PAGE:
MarineBio Conservation Society

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Marine Conservation Biology

Join the MarineBio Conservation Society Today!The new science of Marine Conservation Biology aims to address the rapidly deteriorating state of marine life by applying science to marine conservation and was born following the First Symposium on Marine Conservation Biology held during the 1997 annual meeting of the Society for Conservation Biology.

Marine Conservation Biology, like Conservation Biology, is a multi-disciplinary approach to providing the data needed to prevent the loss of marine biodiversity. Data on the threats to the marine environment are urgently needed to inform policymakers and other stakeholders on the most critical problems that need to be addressed. The study of marine conservation biology facilitates the cross-pollination of a number of disciplines in marine science including marine biology, ecology, ichthyology, oceanography, biological oceanography, and others so that scientific data can be used to help solve problems effectively and sustainably.

The numerous challenges facing the oceans are complex. Fish stocks are declining at an alarming rate; many have already collapsed beyond repair.

Marine Conservation Biology: The Science of Maintaining the Sea's Biodiversity by Michael E. Soule, Elliott A. Norse, Larry B. Crowder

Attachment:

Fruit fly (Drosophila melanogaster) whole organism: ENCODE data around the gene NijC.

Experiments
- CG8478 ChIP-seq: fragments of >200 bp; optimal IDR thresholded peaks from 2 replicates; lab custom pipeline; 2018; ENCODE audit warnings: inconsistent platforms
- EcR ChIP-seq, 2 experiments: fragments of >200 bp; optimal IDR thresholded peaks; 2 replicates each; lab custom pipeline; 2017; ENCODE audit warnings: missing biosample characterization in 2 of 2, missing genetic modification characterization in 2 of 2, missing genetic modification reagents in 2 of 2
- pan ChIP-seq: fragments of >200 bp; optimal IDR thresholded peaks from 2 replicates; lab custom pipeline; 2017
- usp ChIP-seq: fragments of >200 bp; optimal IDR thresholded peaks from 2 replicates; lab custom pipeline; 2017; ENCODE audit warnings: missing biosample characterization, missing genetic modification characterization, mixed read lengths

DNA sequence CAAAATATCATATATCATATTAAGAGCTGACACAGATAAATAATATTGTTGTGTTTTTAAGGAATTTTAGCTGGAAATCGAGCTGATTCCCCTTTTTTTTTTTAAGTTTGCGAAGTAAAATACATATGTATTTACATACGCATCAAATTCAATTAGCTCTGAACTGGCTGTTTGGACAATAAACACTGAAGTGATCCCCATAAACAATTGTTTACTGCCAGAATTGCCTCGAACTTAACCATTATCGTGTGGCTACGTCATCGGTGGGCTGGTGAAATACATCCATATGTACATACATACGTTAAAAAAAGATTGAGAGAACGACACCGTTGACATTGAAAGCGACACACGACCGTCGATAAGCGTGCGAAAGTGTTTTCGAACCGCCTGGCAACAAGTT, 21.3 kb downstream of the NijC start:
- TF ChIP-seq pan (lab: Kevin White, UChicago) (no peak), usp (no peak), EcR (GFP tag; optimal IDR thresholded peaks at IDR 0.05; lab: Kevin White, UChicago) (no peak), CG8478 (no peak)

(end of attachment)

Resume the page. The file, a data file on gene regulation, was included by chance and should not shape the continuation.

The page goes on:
Marine Conservation Biology: The Science of Maintaining the Sea's Biodiversity by Michael E. Soule, Elliott A. Norse, Larry B. Crowder, Marine Conservation Institute, Island Press, 2005

The list of marine species listed as threatened or in danger of extinction grows longer every year. The world's coral reefs, home to the greatest biodiversity of marine fishes, are deteriorating due to destructive fishing practices and bleaching. Mercury levels in many commercially fished species are at an all time high. Dead zones and algae blooms are increasing in both size and number.

Without the scientific understanding and the data needed to demonstrate the magnitude of these problems, they will not be resolved. The science of marine conservation biology is greatly needed to prevent further destruction and to reverse the damage already done.

Global Marine Biological Diversity: A Strategy for Building Conservation into Decision Making
Edited by Elliott A. Norse, Island Press, 1993

In 1989, the Center for Marine Conservation (now The Ocean Conservancy) joined a large group of international organizations in developing a Global Biodiversity Strategy (World Resources Institute et al. 1992). This companion volume, the work of 106 authors - marine biologists, oceanographers, economists, lawyers, government officials, environmentalists, and others - has been called the most comprehensive book on marine conservation. It presents, for the first time, basic principles of marine conservation for decision makers in governments, industries, and conservation organizations and for marine resource managers, students, and all others concerned with protecting our vital ocean resources.

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